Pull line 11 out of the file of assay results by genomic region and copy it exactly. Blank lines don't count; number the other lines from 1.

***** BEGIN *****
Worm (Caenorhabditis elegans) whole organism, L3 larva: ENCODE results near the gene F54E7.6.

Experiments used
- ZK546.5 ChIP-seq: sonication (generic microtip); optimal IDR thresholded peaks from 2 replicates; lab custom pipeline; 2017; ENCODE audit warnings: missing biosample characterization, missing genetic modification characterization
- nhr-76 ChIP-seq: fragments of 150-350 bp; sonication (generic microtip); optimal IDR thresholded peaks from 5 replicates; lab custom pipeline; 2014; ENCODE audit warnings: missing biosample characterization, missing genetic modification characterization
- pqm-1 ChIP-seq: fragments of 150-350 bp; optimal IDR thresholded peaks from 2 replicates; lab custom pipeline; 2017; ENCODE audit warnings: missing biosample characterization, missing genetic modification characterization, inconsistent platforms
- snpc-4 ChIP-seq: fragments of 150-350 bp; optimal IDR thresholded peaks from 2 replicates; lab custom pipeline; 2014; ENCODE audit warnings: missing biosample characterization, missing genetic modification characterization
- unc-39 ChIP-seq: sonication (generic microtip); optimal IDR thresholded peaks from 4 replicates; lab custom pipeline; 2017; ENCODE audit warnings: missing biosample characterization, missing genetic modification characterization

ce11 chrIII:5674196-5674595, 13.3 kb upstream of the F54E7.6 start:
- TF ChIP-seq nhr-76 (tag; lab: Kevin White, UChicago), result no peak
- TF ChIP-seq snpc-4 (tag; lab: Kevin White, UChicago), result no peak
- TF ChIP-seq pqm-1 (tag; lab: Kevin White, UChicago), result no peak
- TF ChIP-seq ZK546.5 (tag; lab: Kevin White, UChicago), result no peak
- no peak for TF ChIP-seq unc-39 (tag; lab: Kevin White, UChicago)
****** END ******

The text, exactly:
- TF ChIP-seq pqm-1 (tag; lab: Kevin White, UChicago), result no peak